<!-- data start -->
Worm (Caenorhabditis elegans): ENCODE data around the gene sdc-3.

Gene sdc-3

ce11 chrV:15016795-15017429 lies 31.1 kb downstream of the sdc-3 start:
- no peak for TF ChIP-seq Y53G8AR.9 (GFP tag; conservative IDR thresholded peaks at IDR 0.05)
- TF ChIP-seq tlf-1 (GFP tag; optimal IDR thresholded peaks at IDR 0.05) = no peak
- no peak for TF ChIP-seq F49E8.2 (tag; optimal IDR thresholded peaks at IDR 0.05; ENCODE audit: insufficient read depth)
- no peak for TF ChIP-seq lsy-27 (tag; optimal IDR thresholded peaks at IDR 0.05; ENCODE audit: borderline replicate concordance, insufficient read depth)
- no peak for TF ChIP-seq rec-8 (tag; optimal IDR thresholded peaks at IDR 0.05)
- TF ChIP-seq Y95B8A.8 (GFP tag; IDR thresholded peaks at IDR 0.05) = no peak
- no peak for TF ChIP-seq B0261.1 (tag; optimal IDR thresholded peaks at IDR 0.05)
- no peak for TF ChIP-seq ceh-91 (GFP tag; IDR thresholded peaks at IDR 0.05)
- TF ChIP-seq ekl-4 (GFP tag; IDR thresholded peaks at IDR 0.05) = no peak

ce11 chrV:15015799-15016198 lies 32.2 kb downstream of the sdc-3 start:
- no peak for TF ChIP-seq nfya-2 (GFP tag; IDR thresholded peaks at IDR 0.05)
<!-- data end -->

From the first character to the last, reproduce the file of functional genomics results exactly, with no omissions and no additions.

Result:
Worm (Caenorhabditis elegans): ENCODE data around the gene sdc-3.

Gene sdc-3

ce11 chrV:15016795-15017429 lies 31.1 kb downstream of the sdc-3 start:
- no peak for TF ChIP-seq Y53G8AR.9 (GFP tag; conservative IDR thresholded peaks at IDR 0.05)
- TF ChIP-seq tlf-1 (GFP tag; optimal IDR thresholded peaks at IDR 0.05) = no peak
- no peak for TF ChIP-seq F49E8.2 (tag; optimal IDR thresholded peaks at IDR 0.05; ENCODE audit: insufficient read depth)
- no peak for TF ChIP-seq lsy-27 (tag; optimal IDR thresholded peaks at IDR 0.05; ENCODE audit: borderline replicate concordance, insufficient read depth)
- no peak for TF ChIP-seq rec-8 (tag; optimal IDR thresholded peaks at IDR 0.05)
- TF ChIP-seq Y95B8A.8 (GFP tag; IDR thresholded peaks at IDR 0.05) = no peak
- no peak for TF ChIP-seq B0261.1 (tag; optimal IDR thresholded peaks at IDR 0.05)
- no peak for TF ChIP-seq ceh-91 (GFP tag; IDR thresholded peaks at IDR 0.05)
- TF ChIP-seq ekl-4 (GFP tag; IDR thresholded peaks at IDR 0.05) = no peak

ce11 chrV:15015799-15016198 lies 32.2 kb downstream of the sdc-3 start:
- no peak for TF ChIP-seq nfya-2 (GFP tag; IDR thresholded peaks at IDR 0.05)